The requirement that the lowest of the 3 values pass something similar to a 3-sigma test is quite stringent, and your top plot suggests that sticking with that requirement will miss a fair number of likely true binding events. Using the average instead, or changing the criterion to something like "median + 2*MAD" will provide more "ON-calls" but runs the risk of making "ON-calls" for more proteins that are not really bound. So there is no single correct answer to that part of your question; you have to decide on your tradeoffs.
If you move to formal statistical tests instead, you do not avoid making this type of decision but you may be able to present your results to others in a more defensible way. You then are faced with the classic multiple comparisons problem. If you perform 1000 significance tests with a criterion of p < 0.05 for significance, your will get about 50 positive results even if there are no true positive cases. There are two general ways of addressing this problem.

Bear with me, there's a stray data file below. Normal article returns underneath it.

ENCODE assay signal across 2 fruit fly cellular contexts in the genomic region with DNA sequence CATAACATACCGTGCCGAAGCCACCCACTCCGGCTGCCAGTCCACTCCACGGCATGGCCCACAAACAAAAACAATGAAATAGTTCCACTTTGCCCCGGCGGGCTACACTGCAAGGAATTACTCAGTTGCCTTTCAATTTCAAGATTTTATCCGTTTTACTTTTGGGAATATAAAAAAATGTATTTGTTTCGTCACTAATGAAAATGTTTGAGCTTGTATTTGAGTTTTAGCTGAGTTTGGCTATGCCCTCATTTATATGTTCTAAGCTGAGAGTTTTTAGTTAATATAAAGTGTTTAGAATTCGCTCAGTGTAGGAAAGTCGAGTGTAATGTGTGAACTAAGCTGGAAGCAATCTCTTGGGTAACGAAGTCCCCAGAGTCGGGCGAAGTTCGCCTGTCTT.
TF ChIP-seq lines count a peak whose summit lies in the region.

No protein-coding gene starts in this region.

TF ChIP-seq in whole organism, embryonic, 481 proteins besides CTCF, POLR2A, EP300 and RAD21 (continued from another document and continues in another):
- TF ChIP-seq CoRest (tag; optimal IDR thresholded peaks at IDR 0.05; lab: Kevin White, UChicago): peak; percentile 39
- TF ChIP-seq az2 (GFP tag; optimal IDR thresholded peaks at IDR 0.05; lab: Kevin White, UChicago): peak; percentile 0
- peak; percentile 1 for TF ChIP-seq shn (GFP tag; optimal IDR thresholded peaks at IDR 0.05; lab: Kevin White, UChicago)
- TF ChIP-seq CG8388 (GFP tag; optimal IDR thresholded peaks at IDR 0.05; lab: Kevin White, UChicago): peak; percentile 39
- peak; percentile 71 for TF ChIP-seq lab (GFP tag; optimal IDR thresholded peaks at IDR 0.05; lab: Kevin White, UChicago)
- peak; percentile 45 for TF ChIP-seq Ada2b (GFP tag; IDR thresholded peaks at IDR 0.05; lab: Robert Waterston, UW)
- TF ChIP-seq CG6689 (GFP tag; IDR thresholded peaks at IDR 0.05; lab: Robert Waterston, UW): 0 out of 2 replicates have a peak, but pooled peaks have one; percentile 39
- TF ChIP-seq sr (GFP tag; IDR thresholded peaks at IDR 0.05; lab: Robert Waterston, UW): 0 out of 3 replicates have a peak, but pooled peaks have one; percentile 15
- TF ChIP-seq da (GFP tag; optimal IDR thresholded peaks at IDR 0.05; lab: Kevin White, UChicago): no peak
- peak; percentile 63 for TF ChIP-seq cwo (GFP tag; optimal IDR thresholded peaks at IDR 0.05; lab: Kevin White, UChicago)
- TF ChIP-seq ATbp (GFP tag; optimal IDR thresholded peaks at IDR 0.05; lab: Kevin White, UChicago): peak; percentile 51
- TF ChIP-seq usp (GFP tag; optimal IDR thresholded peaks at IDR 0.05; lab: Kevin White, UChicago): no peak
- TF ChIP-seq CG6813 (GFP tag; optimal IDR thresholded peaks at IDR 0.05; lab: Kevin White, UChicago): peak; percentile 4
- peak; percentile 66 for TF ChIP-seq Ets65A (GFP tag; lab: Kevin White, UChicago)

You can try to control the familywise error rate, trying to make sure than you will make a false-positive error in only 5% of similar experiments. A highly conservative example is the Bonferroni correction, which in this case would require, for 1000 tests, that you only accept significance of an individual test at p < (0.05/1000) = 0.00005. Less stringent corrections are possible, as described in the linked pages.
Alternatively, you can accept that you are going to make some false-positive calls and try to limit the fraction of such calls among all the calls that you make. This is called controlling the false discovery rate. This is a well-accepted approach for evaluating results of microarrays, of which your application is an example. You might, for example, choose to aim for a 10% false discovery rate, so that about 90% of your "ON-calls" would be true. That could be readily justified in a scientific publication.
* Note that there is an ambiguity in the use of "MAD" even in the context of "median absolute deviation." What is reported as the "MAD" is typically not the median of the absolute values of all deviations from the median, but that result scaled by 1.4826 so that the MAD and the SD should coincide for a normal distribution.